ABC News' Z. Byron Wolf (@zbyronwolf) reports:
Conservative Colin Hanna was in South Carolina last weekend when Rick Perry made his presidential bid official. And while Hanna said the announcement was "well constructed," he's not picking sides just yet.
"I am a great believer in competition," Hanna, the conservative activist and founder of Let Freedom Ring, told ABC News' Top Line political program.
"I'm a free market guy, and I think that competition improves the competitors, and there is no competition in politics quite like the national stage of running for president. So I'm very encouraged by the early words of Rick Perry, and the way he has been received, and the way he has resonated, but I'm a believer in competition. I want to see how he does in this tough competitive field."
Hanna is a high-profile backer of a Balanced Budget Amendment, something he had hoped would be included in the bill Congress passed last month to raise the country's debt ceiling.
Hanna said he hopes that a balanced budget amendment makes it into the proposal that a Super Committee of 12 lawmakers will hash out over the fall.
"I think the one perhaps most lasting lesson that comes out of the debt ceiling debate is that Congress really is incapable of applying its own discipline, that it needs the external mechanism of a Constitutional Amendment, and I think that the American public has awakened to this, and really put it in the center of the debate, and I think that now is the best time in our lifetimes to actually pass a balanced budget amendment," said Hanna.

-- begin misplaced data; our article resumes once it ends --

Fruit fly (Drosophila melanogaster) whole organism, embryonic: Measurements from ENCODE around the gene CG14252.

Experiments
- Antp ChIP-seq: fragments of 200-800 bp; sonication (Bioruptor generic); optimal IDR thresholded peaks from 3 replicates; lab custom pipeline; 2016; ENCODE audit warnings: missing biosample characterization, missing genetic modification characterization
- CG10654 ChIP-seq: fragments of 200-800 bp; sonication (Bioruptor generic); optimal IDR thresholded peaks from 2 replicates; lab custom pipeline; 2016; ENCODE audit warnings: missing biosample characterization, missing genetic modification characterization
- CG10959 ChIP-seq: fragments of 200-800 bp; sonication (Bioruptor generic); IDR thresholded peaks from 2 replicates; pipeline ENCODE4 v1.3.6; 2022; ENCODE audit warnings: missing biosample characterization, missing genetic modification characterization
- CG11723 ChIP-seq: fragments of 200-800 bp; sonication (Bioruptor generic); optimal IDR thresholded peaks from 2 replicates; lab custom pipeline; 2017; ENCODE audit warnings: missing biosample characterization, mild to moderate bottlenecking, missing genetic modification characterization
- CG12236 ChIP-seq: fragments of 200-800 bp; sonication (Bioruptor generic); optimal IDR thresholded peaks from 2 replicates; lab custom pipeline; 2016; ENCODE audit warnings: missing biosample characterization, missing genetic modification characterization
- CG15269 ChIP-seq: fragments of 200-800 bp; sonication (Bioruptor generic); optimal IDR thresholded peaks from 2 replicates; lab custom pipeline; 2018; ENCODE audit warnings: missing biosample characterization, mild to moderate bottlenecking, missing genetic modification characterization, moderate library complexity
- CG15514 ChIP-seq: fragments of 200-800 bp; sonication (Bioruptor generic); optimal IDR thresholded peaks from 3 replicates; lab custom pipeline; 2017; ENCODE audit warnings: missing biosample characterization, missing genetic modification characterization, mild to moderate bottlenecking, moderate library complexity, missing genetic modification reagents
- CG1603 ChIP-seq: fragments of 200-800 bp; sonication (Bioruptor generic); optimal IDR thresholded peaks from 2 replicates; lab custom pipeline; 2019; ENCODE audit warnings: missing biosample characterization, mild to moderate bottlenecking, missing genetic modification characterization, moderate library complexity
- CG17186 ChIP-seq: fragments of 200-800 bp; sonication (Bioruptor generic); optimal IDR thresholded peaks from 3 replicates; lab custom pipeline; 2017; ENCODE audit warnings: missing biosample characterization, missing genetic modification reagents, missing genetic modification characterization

Hanna rejected outright that the Super Committee should include any revenue – tax hikes – in its proposal. Instead, he suggested that Congress should make the tax code simpler, lower general rates, but also remove deductions – loopholes.
"I think that simplification of the tax code, the removal of various loopholes, and using the revenue associated with the removal of the loopholes to reduce the overall tax burden is precisely the economic recipe that's needed right now. We don't need an increase in the tax burden when we're struggling to recover economically. We need a decrease, and I think a flatter, fairer tax, is the way to go.
A flatter tax, however, would probably give people at the high end of the economic spectrum a break on taxes, while requiring the lower end – nearly half of Americans do not pay income tax – to pay more.
"The notion that 47 percent of Americans have no stake in supporting the federal government is something that is fundamentally contrary to I think - the very principles of democracy," said Hanna.